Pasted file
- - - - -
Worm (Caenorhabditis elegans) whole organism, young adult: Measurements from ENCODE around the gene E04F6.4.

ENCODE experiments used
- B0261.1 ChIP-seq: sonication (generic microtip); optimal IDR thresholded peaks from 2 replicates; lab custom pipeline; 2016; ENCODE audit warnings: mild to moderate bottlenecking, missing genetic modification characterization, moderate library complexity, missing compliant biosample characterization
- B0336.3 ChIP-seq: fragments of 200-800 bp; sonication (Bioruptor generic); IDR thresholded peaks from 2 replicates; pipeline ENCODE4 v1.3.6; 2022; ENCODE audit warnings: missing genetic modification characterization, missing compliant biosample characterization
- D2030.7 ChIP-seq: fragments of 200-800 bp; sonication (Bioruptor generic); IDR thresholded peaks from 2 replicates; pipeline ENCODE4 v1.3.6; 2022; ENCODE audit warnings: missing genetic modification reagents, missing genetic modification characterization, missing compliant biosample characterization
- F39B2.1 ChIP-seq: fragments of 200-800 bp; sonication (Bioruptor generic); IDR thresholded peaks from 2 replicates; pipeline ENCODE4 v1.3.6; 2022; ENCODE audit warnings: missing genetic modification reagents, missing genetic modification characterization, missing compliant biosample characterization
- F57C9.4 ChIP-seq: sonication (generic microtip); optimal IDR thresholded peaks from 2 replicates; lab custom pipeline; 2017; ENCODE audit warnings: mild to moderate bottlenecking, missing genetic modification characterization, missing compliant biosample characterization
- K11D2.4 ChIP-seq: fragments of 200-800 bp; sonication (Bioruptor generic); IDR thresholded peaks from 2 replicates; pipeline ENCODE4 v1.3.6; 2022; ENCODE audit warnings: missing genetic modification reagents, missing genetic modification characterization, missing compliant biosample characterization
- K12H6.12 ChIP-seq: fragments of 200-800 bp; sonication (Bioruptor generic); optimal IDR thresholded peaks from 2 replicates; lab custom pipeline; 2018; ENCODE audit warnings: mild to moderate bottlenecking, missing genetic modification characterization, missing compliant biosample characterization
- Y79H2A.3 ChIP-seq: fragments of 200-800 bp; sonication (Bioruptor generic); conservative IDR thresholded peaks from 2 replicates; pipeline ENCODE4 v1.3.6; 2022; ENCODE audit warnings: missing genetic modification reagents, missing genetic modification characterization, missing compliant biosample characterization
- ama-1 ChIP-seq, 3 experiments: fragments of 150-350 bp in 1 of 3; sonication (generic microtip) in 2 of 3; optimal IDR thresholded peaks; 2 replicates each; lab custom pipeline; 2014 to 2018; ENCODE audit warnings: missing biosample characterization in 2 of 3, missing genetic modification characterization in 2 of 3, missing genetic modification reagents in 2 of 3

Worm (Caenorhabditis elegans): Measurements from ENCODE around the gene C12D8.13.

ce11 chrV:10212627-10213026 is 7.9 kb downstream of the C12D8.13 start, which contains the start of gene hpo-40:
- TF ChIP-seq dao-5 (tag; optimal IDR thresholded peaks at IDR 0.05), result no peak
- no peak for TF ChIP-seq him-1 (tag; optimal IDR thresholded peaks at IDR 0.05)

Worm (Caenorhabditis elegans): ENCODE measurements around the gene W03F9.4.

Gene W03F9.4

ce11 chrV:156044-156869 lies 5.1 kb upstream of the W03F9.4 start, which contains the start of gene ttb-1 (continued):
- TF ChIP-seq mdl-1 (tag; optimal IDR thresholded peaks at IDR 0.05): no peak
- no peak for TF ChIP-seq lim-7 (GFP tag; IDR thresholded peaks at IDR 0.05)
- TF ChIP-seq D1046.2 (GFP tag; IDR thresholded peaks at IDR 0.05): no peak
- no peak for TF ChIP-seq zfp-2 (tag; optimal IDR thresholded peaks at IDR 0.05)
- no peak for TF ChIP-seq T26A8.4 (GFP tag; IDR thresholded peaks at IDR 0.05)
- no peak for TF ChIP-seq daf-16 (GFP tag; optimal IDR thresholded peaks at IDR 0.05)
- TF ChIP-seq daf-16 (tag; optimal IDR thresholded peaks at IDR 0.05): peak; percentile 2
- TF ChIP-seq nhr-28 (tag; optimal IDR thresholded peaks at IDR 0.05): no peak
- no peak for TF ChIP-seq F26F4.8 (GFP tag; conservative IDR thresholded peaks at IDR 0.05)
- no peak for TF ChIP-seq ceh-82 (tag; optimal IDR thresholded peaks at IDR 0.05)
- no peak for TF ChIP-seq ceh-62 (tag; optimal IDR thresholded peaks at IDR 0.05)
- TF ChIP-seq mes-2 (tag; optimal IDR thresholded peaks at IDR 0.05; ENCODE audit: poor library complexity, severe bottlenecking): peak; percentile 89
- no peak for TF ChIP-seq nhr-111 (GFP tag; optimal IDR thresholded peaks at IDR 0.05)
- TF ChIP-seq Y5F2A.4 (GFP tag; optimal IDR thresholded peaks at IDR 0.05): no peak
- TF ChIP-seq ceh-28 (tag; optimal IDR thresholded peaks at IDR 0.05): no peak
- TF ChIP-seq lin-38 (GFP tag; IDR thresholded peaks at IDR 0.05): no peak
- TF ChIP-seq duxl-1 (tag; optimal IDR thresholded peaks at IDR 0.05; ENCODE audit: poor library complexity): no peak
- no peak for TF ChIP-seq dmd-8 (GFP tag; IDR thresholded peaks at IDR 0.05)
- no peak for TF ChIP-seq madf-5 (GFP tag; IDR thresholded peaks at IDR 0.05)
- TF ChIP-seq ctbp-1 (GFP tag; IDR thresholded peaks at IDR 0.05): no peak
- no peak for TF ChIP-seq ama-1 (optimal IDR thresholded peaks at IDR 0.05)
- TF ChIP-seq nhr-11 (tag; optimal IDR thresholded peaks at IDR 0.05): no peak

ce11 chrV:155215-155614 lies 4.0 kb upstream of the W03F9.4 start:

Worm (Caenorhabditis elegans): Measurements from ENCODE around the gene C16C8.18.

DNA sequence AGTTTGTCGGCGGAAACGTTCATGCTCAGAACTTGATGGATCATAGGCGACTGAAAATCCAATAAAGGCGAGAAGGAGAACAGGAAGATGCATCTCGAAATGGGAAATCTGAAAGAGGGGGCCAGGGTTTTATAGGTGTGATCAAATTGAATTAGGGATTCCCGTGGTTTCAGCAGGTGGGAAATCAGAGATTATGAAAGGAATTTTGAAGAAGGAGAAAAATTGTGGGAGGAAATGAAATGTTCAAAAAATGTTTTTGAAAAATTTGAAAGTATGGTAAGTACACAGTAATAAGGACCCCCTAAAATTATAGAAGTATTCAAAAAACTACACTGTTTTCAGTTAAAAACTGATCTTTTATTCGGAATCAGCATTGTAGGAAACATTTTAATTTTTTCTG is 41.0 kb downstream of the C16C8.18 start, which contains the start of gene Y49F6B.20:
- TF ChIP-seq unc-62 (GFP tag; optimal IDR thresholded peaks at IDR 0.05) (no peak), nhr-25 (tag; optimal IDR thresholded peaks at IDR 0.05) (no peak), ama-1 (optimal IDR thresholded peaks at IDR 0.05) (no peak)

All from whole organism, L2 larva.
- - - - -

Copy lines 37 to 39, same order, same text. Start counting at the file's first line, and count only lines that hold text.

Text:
- no peak for TF ChIP-seq madf-5 (GFP tag; IDR thresholded peaks at IDR 0.05)
- TF ChIP-seq ctbp-1 (GFP tag; IDR thresholded peaks at IDR 0.05): no peak
- no peak for TF ChIP-seq ama-1 (optimal IDR thresholded peaks at IDR 0.05)